Friday, February 18, 2011

Correspondence

Somebody emailed, probably in response to one of the 401k posts but he didn't mention it explicitly, asking about FLG's approach to investing and diversification. Well, FLG isn't a financial expert, but he will share what he does with his 401k. He thinks he's mentioned this before.

First, FLG allocates between equity, bonds, and cash. He uses the 120 minus his age as a rough guide to how much to put in equities. The rest is mostly in bonds. A tiny percentage is in cash.

Ideally, he'd like to invest his money around the world according to each country's share of global GDP, but it's not really possible both because indexes are based upon market cap, not GDP, plus the lack of developed financial systems in every country. So, he ends up dividing it between an S&P 500 fund and an MSCI EAFE fund, with some developing market stuff thrown in there for good measure. With regard to bonds, FLG just puts that money in a fund tracking whatever the Lehman Bond Index is called now.

FLG rebalances on his birthday each year and revisits the overall allocation every 5 years.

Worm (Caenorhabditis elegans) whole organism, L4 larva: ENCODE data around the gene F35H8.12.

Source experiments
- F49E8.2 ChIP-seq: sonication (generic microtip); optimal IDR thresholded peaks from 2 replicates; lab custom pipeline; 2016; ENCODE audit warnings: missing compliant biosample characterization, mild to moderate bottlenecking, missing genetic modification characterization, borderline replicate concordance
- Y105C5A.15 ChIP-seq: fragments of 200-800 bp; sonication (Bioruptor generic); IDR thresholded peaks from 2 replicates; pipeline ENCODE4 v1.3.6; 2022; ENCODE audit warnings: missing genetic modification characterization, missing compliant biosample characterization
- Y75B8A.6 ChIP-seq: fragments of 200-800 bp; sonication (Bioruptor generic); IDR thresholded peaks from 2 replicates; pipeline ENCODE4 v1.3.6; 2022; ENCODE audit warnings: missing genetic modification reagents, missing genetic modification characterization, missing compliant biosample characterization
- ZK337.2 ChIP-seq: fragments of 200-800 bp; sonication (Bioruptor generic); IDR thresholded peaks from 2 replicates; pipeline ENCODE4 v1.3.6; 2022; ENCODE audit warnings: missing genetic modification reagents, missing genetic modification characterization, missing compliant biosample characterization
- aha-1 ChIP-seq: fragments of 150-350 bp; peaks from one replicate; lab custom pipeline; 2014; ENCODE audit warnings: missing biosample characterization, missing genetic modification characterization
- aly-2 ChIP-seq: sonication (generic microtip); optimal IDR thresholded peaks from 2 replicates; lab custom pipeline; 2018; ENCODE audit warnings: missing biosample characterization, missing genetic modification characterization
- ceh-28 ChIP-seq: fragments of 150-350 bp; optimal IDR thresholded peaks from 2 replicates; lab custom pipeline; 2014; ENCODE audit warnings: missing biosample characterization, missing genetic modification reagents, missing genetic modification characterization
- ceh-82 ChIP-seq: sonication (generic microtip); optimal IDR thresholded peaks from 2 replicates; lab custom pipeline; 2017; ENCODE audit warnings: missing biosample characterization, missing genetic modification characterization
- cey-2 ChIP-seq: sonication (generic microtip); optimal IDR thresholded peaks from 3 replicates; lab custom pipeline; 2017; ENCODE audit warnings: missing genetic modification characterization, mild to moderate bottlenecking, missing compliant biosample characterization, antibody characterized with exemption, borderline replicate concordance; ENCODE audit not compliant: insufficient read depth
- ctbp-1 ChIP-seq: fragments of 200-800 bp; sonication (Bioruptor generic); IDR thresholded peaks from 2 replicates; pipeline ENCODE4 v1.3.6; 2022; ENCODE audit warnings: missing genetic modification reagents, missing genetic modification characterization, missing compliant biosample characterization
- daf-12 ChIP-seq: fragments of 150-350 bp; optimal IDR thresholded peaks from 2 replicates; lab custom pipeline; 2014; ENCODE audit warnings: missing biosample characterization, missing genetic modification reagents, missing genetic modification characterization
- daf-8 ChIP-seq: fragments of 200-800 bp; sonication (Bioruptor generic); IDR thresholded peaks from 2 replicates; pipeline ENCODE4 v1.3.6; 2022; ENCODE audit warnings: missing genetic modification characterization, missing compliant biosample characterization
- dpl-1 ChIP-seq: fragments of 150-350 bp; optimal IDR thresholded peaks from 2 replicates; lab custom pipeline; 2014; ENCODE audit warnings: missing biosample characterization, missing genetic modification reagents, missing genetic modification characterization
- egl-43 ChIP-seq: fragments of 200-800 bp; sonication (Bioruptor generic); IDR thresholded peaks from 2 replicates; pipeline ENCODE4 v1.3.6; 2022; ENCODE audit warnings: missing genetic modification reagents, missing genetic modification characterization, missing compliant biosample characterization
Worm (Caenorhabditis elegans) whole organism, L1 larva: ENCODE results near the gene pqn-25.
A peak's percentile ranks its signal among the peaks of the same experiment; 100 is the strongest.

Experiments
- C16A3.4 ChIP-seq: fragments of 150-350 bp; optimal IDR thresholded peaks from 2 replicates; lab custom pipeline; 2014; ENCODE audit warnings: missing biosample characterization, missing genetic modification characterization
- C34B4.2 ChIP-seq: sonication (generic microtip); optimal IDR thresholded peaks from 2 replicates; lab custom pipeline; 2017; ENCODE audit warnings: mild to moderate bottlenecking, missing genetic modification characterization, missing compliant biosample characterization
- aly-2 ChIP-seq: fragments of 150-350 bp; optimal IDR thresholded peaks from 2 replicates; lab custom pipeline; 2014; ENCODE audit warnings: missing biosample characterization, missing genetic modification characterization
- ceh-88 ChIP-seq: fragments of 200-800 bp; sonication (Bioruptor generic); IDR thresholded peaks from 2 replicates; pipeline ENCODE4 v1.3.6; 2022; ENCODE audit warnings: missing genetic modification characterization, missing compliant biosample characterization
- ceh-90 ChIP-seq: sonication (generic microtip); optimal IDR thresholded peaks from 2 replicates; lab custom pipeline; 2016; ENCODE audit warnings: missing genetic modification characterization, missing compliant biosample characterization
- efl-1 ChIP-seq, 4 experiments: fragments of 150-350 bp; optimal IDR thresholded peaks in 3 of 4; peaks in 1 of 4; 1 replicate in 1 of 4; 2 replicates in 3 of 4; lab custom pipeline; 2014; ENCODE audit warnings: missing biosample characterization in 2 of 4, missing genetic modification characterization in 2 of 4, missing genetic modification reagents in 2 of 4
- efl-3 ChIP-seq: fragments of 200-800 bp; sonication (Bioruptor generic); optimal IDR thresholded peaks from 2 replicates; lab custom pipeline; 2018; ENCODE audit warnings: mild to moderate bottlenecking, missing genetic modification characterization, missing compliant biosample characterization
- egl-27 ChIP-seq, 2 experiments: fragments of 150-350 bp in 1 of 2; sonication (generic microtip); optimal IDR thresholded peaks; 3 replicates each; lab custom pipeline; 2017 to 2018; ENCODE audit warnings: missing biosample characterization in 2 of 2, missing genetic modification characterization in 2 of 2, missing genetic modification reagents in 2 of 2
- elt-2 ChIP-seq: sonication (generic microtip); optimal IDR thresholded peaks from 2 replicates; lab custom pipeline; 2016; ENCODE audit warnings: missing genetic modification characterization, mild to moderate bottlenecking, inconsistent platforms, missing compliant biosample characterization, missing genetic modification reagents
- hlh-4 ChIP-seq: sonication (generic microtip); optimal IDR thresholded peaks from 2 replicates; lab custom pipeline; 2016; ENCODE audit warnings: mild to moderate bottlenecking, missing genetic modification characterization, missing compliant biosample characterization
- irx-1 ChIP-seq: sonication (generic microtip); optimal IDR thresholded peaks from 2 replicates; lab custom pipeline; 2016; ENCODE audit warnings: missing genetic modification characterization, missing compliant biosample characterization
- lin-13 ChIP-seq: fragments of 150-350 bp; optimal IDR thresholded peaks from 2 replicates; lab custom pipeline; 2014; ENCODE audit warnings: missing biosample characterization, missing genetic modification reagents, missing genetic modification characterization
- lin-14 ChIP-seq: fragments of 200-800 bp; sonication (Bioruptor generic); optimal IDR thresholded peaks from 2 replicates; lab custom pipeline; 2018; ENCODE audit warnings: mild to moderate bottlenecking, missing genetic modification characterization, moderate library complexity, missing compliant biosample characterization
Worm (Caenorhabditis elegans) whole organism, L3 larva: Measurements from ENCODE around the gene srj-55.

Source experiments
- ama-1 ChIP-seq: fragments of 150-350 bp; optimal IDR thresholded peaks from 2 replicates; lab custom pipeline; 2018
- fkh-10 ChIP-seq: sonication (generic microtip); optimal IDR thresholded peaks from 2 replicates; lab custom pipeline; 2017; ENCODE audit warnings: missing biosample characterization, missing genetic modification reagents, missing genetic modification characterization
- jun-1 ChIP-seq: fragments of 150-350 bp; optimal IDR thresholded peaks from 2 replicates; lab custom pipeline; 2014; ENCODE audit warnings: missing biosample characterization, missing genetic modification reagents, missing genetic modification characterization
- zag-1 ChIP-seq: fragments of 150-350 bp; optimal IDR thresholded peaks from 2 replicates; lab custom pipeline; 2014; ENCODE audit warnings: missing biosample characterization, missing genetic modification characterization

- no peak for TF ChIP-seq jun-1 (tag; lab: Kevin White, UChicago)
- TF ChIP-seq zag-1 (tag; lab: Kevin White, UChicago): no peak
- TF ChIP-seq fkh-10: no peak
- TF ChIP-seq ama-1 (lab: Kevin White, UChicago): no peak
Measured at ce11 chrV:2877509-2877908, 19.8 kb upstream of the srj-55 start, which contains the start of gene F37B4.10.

3 comments:

Andrew Stevens said...

Only large caps?

FLG said...

Mostly.

I bit in a small cap fund, but I don't pay much attention to it. Which now that you mention it might be a mistake. But I've never been real happy with my small cap investments.

Andrew Stevens said...

I mention it because the rest of your post seemed to indicate that you were trying to match the total world equity market. But you completely omitted the midcap and small cap universes. Don't get me wrong, though. Your allocation is fine. (If anything I would just argue for more bonds/cash, but that would only be on a total asset basis so any cash/bonds you have in savings outside of your retirement investments would count. I generally think that everybody should have at least 20% of their total portfolio in bonds/cash, even if their risk tolerance is limitless.)

Personally, I'm an asset class junkie and have far more asset classes in my portfolio than I think any reasonable person ought to have. I have that many asset classes principally for my own entertainment and expect that I squeeze only a tiny amount of investment gain out of it (if any), certainly not enough to compensate me for the work involved, so it's not something I recommend to other people.

 
Creative Commons License
This work is licensed under a Creative Commons Attribution-No Derivative Works 3.0 United States License.